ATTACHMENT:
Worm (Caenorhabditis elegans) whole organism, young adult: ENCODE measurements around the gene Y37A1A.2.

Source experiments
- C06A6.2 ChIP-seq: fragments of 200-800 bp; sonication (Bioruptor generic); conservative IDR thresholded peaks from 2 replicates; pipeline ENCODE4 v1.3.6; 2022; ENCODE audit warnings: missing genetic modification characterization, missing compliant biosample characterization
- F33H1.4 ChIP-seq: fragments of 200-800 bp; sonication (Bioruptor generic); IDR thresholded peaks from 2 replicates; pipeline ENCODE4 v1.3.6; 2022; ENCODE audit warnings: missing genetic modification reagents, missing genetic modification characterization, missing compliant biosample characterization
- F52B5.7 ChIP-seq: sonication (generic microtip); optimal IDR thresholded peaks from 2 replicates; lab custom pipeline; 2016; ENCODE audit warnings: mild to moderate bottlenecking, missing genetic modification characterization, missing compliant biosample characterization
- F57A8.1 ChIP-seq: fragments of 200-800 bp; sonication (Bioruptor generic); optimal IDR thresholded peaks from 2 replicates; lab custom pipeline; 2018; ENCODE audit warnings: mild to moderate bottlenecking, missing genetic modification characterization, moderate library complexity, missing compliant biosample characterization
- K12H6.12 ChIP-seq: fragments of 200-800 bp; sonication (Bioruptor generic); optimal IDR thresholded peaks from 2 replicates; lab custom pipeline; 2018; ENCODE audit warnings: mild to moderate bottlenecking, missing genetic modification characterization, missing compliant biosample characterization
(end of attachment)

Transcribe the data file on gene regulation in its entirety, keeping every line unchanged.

Worm (Caenorhabditis elegans) whole organism, young adult: ENCODE measurements around the gene Y37A1A.2.

Source experiments
- C06A6.2 ChIP-seq: fragments of 200-800 bp; sonication (Bioruptor generic); conservative IDR thresholded peaks from 2 replicates; pipeline ENCODE4 v1.3.6; 2022; ENCODE audit warnings: missing genetic modification characterization, missing compliant biosample characterization
- F33H1.4 ChIP-seq: fragments of 200-800 bp; sonication (Bioruptor generic); IDR thresholded peaks from 2 replicates; pipeline ENCODE4 v1.3.6; 2022; ENCODE audit warnings: missing genetic modification reagents, missing genetic modification characterization, missing compliant biosample characterization
- F52B5.7 ChIP-seq: sonication (generic microtip); optimal IDR thresholded peaks from 2 replicates; lab custom pipeline; 2016; ENCODE audit warnings: mild to moderate bottlenecking, missing genetic modification characterization, missing compliant biosample characterization
- F57A8.1 ChIP-seq: fragments of 200-800 bp; sonication (Bioruptor generic); optimal IDR thresholded peaks from 2 replicates; lab custom pipeline; 2018; ENCODE audit warnings: mild to moderate bottlenecking, missing genetic modification characterization, moderate library complexity, missing compliant biosample characterization
- K12H6.12 ChIP-seq: fragments of 200-800 bp; sonication (Bioruptor generic); optimal IDR thresholded peaks from 2 replicates; lab custom pipeline; 2018; ENCODE audit warnings: mild to moderate bottlenecking, missing genetic modification characterization, missing compliant biosample characterization